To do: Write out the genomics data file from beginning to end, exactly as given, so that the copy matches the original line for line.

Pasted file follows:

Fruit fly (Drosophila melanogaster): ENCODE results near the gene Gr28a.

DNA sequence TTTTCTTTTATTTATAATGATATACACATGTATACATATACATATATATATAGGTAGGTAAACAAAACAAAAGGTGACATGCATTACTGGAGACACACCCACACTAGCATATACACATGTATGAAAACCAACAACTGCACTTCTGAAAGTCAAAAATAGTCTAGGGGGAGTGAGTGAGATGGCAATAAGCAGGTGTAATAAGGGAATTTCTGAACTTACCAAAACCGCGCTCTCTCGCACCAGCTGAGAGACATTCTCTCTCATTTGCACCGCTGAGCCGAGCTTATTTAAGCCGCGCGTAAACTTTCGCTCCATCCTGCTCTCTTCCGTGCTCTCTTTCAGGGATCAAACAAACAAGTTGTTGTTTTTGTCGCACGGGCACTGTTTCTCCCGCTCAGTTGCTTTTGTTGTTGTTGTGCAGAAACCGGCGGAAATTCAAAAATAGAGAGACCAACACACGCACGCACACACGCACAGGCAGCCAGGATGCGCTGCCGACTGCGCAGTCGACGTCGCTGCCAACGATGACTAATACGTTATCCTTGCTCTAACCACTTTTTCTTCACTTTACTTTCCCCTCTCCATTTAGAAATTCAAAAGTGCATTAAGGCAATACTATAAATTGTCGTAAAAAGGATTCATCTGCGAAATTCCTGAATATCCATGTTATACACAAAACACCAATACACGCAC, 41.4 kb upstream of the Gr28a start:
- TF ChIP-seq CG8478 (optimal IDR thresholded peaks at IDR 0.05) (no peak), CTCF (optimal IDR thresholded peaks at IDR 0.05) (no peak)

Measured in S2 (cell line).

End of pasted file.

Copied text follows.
Fruit fly (Drosophila melanogaster): ENCODE results near the gene Gr28a.

DNA sequence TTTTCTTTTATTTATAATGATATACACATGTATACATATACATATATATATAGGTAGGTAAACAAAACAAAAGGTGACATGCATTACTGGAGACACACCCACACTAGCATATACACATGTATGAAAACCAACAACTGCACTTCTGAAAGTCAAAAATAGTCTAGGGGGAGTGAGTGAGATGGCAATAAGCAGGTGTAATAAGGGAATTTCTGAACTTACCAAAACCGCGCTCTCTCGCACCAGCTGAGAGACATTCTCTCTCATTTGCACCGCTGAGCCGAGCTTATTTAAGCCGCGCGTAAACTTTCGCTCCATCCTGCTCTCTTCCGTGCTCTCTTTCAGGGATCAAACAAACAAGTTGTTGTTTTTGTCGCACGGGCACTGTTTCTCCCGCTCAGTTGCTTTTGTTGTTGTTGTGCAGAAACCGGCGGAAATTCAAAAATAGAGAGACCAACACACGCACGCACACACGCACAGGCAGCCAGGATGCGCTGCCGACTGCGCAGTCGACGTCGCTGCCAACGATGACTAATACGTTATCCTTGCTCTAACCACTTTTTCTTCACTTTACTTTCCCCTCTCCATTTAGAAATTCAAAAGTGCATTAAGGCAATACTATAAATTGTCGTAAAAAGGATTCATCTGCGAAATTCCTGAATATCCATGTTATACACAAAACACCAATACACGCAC, 41.4 kb upstream of the Gr28a start:
- TF ChIP-seq CG8478 (optimal IDR thresholded peaks at IDR 0.05) (no peak), CTCF (optimal IDR thresholded peaks at IDR 0.05) (no peak)

Measured in S2 (cell line).